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  • The fundamental flaw in this guy's argument is that the duty of a Senator is to represent the best interests of his state, and not (necessarily) the will of the majority, as he seems to think.

    Another flaw in his think is that allowing the state legislature to pick each senator simply moves the problem, it doesn't solve it.

    To me, the fundamental problem lies here:

    As far as their jobs as US Senators are concerned, the only thing they really want is to continue being a Senator. After all, if they didn't w

    • by pudge (1) on 2002.05.20 23:39 (#8604) Homepage Journal
      Well, whom the Senators represent is different depending on in what sense you mean the word. They represent the beliefs and desires of the people of their state, but should represent the best interests of the people of the United States within that context. The problem is that because of the dissolution of the Tenth Amendment -- the one that limits the power of the federal government to what the Constitution says it can do -- our representatives in Washington have started to do more than they are supposed to do.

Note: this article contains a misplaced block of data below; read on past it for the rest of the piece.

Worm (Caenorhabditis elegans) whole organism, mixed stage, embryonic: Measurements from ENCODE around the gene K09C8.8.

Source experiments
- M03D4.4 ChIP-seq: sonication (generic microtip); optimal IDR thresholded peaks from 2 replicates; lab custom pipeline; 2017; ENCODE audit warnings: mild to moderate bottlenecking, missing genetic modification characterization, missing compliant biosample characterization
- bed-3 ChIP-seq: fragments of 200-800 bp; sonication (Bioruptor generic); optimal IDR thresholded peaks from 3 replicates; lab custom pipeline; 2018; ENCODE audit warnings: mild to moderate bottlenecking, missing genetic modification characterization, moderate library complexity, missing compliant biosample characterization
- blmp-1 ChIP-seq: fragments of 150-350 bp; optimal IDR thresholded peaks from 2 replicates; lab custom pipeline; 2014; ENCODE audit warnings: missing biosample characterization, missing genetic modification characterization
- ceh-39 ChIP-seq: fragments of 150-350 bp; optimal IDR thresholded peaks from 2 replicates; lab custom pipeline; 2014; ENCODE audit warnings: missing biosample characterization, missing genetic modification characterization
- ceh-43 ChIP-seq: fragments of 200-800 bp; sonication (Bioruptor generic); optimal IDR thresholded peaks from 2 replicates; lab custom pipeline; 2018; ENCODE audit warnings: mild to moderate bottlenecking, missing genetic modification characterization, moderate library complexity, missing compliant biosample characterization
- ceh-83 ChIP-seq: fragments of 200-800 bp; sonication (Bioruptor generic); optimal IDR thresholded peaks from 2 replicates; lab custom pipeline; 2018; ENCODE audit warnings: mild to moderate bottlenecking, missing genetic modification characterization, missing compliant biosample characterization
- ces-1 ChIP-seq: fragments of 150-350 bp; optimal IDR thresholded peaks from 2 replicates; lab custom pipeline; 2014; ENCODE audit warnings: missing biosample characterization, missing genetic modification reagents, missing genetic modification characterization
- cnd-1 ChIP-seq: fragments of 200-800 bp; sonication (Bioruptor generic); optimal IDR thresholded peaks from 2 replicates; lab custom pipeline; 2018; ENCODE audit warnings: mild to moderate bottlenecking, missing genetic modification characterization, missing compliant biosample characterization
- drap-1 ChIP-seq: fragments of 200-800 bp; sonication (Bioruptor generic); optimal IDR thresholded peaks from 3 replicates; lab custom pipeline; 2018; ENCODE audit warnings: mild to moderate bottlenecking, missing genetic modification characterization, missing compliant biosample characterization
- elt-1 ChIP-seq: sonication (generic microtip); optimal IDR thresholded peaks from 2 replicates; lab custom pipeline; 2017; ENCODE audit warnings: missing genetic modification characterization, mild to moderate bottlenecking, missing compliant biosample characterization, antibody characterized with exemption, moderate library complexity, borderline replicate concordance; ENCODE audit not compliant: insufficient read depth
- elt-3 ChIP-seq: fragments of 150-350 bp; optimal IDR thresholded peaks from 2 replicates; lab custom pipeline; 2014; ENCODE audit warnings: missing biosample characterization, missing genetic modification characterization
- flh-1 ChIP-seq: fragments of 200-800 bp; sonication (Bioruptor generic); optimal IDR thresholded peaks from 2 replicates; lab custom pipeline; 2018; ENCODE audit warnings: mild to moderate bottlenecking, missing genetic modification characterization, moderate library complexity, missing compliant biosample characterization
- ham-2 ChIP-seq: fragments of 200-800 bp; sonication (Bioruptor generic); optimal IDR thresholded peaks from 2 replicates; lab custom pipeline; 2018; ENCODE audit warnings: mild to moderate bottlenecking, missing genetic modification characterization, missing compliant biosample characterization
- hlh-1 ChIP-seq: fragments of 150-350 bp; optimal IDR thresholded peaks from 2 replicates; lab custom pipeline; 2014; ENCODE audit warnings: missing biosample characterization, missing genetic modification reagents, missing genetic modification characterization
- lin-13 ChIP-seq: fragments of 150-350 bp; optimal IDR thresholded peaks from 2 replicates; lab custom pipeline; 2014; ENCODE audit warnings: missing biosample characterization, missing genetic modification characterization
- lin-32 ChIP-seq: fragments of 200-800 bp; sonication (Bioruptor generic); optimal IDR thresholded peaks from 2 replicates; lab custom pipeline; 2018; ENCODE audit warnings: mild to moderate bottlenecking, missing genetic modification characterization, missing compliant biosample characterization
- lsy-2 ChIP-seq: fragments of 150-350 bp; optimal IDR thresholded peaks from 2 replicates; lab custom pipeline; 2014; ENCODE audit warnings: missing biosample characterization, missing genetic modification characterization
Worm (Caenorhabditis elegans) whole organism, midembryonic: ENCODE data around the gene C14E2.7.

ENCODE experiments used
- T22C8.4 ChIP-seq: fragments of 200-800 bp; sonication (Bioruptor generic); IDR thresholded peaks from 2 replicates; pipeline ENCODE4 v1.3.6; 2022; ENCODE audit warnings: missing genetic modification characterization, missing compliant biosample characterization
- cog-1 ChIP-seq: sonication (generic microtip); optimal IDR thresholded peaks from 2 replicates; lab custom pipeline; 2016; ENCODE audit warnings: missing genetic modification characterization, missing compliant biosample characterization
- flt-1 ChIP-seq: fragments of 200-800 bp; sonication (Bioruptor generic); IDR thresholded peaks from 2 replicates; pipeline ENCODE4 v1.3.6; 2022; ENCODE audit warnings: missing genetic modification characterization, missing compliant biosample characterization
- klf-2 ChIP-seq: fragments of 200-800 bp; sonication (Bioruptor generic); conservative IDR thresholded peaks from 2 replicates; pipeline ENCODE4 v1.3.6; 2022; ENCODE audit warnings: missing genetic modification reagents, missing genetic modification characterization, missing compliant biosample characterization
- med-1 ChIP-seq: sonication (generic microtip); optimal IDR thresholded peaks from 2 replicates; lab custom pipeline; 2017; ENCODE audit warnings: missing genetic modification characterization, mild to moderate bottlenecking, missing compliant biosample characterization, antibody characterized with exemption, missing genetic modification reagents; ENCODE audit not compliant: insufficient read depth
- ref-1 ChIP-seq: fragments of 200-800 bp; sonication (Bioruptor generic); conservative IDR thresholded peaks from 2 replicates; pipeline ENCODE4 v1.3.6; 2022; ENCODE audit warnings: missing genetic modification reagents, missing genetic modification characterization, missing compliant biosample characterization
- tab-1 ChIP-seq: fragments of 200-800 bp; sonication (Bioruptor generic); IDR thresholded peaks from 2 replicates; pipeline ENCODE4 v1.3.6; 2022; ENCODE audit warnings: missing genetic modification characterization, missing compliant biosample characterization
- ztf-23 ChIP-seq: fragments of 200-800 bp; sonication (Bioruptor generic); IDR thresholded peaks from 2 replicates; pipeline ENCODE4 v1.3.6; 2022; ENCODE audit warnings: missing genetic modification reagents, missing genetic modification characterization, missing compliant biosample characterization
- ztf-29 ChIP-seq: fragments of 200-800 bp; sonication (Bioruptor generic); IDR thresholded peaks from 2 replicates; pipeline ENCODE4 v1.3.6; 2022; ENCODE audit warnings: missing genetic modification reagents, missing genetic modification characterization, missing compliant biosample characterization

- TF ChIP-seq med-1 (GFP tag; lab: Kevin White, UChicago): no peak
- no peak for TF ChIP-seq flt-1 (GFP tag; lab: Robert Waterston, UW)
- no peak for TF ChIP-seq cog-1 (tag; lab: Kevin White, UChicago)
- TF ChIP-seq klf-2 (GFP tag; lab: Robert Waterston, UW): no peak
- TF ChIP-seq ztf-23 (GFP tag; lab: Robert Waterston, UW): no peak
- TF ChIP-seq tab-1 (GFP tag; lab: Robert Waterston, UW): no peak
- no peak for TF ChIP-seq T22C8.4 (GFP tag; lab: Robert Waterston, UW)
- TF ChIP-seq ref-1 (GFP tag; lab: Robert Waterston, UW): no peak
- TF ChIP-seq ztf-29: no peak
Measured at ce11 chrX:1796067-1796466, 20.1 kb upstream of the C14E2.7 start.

Example: a Senator brings home monry for a local public works package. Senator makes voters in his state happy. The problem is, there is nothing in the Constitution granting Congress power to fund local public works packages. The power of Congress is supposed to be limited to things that are related to the entire nation (for the most part), or things involving multiple states. These people are supposed to represent the people of the United States, but instead, they break the Tenth Amendment to make the people back home happy so they can stay in office.

      It is, indeed, a mess. But it has little, if anything, to do with direct election of Senators.